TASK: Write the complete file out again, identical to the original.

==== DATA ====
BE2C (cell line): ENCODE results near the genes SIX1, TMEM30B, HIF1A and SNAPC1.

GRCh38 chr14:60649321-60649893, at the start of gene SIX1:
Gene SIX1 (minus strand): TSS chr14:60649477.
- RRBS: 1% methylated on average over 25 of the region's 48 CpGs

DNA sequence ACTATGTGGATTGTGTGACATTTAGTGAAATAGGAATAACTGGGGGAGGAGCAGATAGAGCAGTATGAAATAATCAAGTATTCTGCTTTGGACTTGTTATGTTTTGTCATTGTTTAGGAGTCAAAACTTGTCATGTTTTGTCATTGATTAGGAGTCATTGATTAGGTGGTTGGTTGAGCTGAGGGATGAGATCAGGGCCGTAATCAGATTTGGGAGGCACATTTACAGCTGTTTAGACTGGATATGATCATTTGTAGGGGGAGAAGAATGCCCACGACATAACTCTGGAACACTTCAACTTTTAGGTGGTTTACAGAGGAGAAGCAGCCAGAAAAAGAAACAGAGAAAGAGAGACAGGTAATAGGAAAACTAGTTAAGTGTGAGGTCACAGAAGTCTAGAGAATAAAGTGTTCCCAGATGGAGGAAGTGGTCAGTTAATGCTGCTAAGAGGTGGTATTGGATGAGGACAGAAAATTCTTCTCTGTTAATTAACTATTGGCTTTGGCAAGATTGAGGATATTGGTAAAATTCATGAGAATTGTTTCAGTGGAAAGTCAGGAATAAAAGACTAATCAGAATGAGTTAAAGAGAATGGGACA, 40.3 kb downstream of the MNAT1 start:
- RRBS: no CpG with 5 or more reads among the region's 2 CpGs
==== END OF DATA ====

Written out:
BE2C (cell line): ENCODE results near the genes SIX1, TMEM30B, HIF1A and SNAPC1.

GRCh38 chr14:60649321-60649893, at the start of gene SIX1:
Gene SIX1 (minus strand): TSS chr14:60649477.
- RRBS: 1% methylated on average over 25 of the region's 48 CpGs

DNA sequence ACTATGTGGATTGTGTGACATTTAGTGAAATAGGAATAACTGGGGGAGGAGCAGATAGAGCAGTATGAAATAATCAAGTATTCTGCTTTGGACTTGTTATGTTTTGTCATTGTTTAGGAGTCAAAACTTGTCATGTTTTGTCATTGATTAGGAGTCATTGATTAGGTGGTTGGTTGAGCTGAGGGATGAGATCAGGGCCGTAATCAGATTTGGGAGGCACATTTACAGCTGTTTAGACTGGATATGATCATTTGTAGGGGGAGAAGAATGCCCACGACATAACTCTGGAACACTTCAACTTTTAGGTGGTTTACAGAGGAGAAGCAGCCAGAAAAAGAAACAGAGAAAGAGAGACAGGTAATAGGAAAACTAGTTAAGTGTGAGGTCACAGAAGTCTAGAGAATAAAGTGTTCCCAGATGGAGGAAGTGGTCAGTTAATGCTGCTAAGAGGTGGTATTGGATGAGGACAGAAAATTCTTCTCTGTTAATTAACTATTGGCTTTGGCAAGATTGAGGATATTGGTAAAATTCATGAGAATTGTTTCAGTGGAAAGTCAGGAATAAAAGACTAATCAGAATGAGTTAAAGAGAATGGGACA, 40.3 kb downstream of the MNAT1 start:
- RRBS: no CpG with 5 or more reads among the region's 2 CpGs